How Whoopi & Maya Expanded Their Line of Healing Cannabis Products From California to Colorado

From the folks who bring you Whoopi & Maya

Photo credit: Timothy White

Whoopi & Maya Does the Work to Bring High-Quality Compliant Cannabis Products to Both California and Colorado.

One of the trickiest things to pull off for any business is expansion, and that goes double in the complex and ever-changing world of cannabis.

The bottom line: It’s complicated.

Despite the hurdles of expanding to new states, Whoopi & Maya has found that legal cannabis’ labyrinth of legislation, compliance and distribution is well worth navigating. The company’s carefully crafted line of healing cannabis-infused products offers reliable and trusted relief for some of the most common ailments, including menstrual pain, stress, inflammation and more – and Whoopi & Maya knows that many people across the country are seeking such natural cannabis products to ease their suffering.

Their California-based line of medical cannabis products launched in April of 2016, and the popularity of their soothing and healing self-care salves, tinctures and rubs propelled co-founders Whoopi Goldberg and Maya Elisabeth to view Colorado as the next stop on their pain relief train.

The significantly different regulations and compliance issues between the two states, though, meant rethinking, well, pretty much everything – from formulating and packaging to labeling and marketing.

“You can’t just take the Whoopi & Maya products and put them on a plane and sell them in Colorado,” says Noah Sodano, chief marketing officer for RMZ Colorado, a cannabis manufacturing and distribution service that specializes in compliance, which helped spearhead Whoopi & Maya’s expansion to Colorado. “There’s just no way in the current regulatory situation to move products from state to state – so when you take a brand from one state to another, you are building it from the bottom up to match the regulations and repackage it to be compliant. And in some cases, you have to consider taking an entire formulation and redoing it from scratch.”

“So, we were tasked with the research and development that would retain the high quality of the products while addressing those differences,” Sodano explains. “It takes a lot of intention and effort to make the product experience seamless from one place to another. You need attention to regulatory detail and attention to the patient experience, as well.”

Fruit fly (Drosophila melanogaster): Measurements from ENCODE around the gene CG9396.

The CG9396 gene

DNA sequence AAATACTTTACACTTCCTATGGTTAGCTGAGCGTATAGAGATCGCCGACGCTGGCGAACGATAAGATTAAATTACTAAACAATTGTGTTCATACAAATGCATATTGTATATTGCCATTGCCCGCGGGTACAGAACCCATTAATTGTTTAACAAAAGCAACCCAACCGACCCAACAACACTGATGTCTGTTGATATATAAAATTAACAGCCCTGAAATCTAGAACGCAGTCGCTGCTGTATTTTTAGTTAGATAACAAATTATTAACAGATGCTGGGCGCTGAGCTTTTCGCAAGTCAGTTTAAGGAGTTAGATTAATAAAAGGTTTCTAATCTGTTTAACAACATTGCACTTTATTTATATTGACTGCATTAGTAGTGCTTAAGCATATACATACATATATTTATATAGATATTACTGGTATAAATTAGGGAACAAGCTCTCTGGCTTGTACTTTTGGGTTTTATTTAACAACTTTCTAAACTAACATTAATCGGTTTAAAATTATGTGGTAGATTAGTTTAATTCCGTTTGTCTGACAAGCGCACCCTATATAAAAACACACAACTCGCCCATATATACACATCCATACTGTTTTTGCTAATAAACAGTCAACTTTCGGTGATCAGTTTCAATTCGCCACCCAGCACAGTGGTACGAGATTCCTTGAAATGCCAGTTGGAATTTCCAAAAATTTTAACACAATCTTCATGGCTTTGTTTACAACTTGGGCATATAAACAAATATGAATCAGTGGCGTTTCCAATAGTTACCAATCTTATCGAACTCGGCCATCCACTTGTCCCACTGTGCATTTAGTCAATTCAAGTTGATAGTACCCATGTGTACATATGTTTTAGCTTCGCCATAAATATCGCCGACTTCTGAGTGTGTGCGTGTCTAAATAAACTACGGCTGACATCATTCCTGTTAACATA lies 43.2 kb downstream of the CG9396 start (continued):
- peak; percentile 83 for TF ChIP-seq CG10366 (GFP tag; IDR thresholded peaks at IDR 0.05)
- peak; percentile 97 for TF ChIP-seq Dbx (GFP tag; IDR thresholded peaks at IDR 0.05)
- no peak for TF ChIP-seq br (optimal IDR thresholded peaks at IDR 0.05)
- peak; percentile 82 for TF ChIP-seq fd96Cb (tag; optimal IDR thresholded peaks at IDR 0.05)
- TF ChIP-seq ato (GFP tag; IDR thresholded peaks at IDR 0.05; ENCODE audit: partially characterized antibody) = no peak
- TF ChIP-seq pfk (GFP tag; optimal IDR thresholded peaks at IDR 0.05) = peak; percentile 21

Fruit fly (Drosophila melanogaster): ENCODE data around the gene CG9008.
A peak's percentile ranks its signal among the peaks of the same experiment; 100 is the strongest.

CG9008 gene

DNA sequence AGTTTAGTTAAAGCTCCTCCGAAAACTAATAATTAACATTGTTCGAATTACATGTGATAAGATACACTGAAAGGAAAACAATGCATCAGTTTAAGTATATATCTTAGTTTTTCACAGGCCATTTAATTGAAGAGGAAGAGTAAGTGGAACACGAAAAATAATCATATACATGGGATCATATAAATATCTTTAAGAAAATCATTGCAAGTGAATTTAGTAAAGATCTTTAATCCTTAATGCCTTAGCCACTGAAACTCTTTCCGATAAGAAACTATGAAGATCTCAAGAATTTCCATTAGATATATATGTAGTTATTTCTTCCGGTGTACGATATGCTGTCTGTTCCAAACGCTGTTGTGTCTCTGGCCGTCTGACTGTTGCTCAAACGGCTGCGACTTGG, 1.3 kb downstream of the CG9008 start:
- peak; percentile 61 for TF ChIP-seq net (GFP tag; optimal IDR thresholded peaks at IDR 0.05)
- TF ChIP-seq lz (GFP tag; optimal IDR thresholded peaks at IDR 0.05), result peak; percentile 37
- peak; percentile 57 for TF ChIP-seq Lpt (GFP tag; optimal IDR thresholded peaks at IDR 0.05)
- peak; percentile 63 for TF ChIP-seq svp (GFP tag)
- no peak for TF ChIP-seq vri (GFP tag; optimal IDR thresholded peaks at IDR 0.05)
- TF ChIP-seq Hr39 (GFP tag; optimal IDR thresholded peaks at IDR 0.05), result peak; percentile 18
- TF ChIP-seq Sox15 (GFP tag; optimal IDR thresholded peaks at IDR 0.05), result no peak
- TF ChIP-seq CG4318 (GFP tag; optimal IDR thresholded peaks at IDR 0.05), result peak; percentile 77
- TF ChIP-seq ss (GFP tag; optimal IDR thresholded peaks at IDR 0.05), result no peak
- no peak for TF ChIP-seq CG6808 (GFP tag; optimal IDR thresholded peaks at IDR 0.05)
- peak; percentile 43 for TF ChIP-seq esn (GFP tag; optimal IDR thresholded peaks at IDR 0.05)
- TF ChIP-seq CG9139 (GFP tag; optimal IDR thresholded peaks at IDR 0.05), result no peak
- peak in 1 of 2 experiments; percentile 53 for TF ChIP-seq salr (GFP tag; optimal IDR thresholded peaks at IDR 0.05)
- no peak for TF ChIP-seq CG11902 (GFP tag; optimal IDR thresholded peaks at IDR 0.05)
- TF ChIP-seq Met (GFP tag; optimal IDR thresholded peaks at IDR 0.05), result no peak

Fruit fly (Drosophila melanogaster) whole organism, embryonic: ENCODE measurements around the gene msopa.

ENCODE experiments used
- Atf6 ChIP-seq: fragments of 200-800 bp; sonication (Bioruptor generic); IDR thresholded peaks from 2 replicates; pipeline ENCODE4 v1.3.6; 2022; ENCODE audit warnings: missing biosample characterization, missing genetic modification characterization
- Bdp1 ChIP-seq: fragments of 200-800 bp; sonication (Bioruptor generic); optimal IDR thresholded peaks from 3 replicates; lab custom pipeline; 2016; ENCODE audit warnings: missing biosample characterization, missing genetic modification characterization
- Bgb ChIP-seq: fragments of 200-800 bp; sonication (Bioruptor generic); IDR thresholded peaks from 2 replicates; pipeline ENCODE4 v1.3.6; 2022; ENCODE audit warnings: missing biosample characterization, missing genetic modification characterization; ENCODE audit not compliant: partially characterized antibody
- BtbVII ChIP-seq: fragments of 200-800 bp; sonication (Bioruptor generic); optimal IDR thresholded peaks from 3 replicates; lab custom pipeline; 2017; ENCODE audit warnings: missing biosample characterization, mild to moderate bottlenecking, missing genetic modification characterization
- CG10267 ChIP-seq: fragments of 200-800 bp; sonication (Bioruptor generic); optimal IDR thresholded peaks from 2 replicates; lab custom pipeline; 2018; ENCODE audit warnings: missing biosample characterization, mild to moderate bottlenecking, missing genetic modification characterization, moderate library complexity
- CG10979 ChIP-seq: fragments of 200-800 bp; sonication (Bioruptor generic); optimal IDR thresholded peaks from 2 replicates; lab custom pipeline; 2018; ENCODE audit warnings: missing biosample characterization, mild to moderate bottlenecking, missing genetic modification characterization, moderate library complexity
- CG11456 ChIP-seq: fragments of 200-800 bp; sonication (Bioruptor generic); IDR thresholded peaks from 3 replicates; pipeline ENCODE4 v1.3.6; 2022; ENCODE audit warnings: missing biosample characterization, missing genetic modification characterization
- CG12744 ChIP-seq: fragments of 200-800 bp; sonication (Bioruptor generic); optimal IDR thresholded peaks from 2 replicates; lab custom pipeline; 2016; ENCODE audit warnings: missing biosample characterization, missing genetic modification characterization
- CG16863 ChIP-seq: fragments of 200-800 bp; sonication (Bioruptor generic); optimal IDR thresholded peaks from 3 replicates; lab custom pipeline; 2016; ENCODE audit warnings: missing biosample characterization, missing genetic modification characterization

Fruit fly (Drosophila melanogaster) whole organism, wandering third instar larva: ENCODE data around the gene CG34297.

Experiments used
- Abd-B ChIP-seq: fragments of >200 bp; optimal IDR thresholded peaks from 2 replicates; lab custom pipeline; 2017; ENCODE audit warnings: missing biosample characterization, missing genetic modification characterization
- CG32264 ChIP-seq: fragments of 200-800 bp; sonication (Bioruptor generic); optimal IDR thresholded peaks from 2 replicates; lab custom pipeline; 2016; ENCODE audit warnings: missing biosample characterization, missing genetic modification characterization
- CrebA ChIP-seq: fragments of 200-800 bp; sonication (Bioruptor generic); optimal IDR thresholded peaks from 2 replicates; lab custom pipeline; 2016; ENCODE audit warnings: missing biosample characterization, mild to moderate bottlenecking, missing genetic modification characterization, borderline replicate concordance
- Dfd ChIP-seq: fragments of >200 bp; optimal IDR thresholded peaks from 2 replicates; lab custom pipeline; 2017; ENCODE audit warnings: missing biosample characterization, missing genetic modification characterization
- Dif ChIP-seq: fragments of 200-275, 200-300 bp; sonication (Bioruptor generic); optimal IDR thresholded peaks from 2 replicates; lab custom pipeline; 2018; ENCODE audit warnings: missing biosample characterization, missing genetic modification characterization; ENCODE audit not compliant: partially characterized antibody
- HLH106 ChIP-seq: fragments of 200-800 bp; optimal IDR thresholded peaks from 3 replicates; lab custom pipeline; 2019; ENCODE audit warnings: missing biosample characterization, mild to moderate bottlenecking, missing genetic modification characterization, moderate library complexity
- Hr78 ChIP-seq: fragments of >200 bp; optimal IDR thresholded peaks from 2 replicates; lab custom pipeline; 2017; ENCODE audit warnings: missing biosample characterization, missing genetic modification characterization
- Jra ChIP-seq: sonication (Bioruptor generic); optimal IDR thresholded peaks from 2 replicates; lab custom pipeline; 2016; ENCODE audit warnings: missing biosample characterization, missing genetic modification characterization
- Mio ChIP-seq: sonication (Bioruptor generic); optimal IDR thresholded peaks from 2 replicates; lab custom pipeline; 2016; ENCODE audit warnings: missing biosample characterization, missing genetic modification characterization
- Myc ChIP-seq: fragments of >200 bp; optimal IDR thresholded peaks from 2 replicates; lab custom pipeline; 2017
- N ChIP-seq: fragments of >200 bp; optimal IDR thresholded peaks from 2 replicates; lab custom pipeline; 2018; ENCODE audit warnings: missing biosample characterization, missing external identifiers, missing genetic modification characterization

Whoopi & Maya’s Colorado line launched in mid-November of 2017, with all the compliance issues addressed and the products meeting the company’s high expectations.

Some differences between the two states’ product lines are subtle – there’s 25 mg of THC in Colorado’s 8-ounce version of the Soak, compared to the same milligrams in the smaller, 6.5-ounce offering in California – but some changes are more obvious. For example, in Colorado, clear glass containers are forbidden and packaging must be child-resistant. So Sodano’s team had to address that by finding just the right food-grade plastic containers, which also had to feature child-resistant lids.

The packaging turned out to be one of the most substantial changes the team had to make. Colorado has much stricter rules about child-resistant containers and labeling requirements than California currently does.

“The reason so much of the cannabis packaging in Colorado looks like a Dr. Bronner’s bottle, covered in information, is because of the amount of compliance language that is required,” Sodano adds. “We really wanted to keep the clean, elegant approach to packaging that was used in California. And while it was a significant cost, we designed a peel-away label so that consumers can just pull this beautifully designed label off, and all the required compliance language is underneath.”

It’s the behind-the-scenes changes that consumers may not notice, however, that presented even bigger challenges to the R&D process, such as the provenance and sourcing of the highest-quality cannabis to use in infusions.

“The way Maya and her team do the decarboxylation process in California, well, we’re not allowed to do it that way in Colorado,” Sodano explains. “So, we had to work through ways to mimic the process’ results. In the end, it wasn’t as drastic a difference as some other changes we had to make, but it was definitely a trial-and-error kind of deal.”

Some of the packaging for Whoopi & Maya’s Colorado line had to be rethought from the ground up, though. For example, in California, Savor’s cacao-based formulation comes in a sweet, little glass jar. In Colorado, though, regulations require that all edibles be stamped with the universal diamond-shaped “THC” symbol. With its peanut butter consistency, Savor can’t be stamped. So Whoopi & Maya sell it in single serving foil pouches with 10 mg of THC in each – a concession Sodano says required substantial R&D time figuring out how to retain freshness and flavor.

“Sometimes it takes a while to work with our legal and production teams to find the right creative approaches,” Sodano says. “If you walk into a dispensary and see the products on the shelf and are blown away by how nice and elegant they look, and then you try them and are also blown away by the experience, well, then, we’ve done our job.”